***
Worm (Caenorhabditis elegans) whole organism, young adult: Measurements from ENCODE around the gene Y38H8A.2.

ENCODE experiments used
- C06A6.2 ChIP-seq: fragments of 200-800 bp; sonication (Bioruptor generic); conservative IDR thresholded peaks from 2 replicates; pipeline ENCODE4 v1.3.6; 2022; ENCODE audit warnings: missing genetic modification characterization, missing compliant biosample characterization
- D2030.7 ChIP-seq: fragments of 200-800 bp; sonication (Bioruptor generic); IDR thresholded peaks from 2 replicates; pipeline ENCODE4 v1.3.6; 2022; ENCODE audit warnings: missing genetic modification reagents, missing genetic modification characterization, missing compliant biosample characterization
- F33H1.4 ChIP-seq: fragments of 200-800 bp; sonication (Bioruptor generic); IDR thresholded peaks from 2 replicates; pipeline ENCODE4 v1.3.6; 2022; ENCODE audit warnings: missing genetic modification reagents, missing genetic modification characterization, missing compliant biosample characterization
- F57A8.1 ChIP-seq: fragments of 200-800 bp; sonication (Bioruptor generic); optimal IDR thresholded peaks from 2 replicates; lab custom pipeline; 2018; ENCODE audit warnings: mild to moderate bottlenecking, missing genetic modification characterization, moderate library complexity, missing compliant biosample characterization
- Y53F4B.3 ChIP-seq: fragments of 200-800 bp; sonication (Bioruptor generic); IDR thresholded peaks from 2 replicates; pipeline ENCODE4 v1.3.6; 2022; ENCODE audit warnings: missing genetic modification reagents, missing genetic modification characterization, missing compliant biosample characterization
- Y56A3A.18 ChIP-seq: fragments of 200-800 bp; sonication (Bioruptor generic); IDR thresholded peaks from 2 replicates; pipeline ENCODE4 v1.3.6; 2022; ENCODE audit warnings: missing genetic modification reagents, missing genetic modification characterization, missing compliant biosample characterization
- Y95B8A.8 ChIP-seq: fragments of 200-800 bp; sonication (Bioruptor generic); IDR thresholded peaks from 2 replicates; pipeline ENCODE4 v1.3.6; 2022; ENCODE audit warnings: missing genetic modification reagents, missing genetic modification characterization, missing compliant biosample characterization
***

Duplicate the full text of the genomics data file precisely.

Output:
Worm (Caenorhabditis elegans) whole organism, young adult: Measurements from ENCODE around the gene Y38H8A.2.

ENCODE experiments used
- C06A6.2 ChIP-seq: fragments of 200-800 bp; sonication (Bioruptor generic); conservative IDR thresholded peaks from 2 replicates; pipeline ENCODE4 v1.3.6; 2022; ENCODE audit warnings: missing genetic modification characterization, missing compliant biosample characterization
- D2030.7 ChIP-seq: fragments of 200-800 bp; sonication (Bioruptor generic); IDR thresholded peaks from 2 replicates; pipeline ENCODE4 v1.3.6; 2022; ENCODE audit warnings: missing genetic modification reagents, missing genetic modification characterization, missing compliant biosample characterization
- F33H1.4 ChIP-seq: fragments of 200-800 bp; sonication (Bioruptor generic); IDR thresholded peaks from 2 replicates; pipeline ENCODE4 v1.3.6; 2022; ENCODE audit warnings: missing genetic modification reagents, missing genetic modification characterization, missing compliant biosample characterization
- F57A8.1 ChIP-seq: fragments of 200-800 bp; sonication (Bioruptor generic); optimal IDR thresholded peaks from 2 replicates; lab custom pipeline; 2018; ENCODE audit warnings: mild to moderate bottlenecking, missing genetic modification characterization, moderate library complexity, missing compliant biosample characterization
- Y53F4B.3 ChIP-seq: fragments of 200-800 bp; sonication (Bioruptor generic); IDR thresholded peaks from 2 replicates; pipeline ENCODE4 v1.3.6; 2022; ENCODE audit warnings: missing genetic modification reagents, missing genetic modification characterization, missing compliant biosample characterization
- Y56A3A.18 ChIP-seq: fragments of 200-800 bp; sonication (Bioruptor generic); IDR thresholded peaks from 2 replicates; pipeline ENCODE4 v1.3.6; 2022; ENCODE audit warnings: missing genetic modification reagents, missing genetic modification characterization, missing compliant biosample characterization
- Y95B8A.8 ChIP-seq: fragments of 200-800 bp; sonication (Bioruptor generic); IDR thresholded peaks from 2 replicates; pipeline ENCODE4 v1.3.6; 2022; ENCODE audit warnings: missing genetic modification reagents, missing genetic modification characterization, missing compliant biosample characterization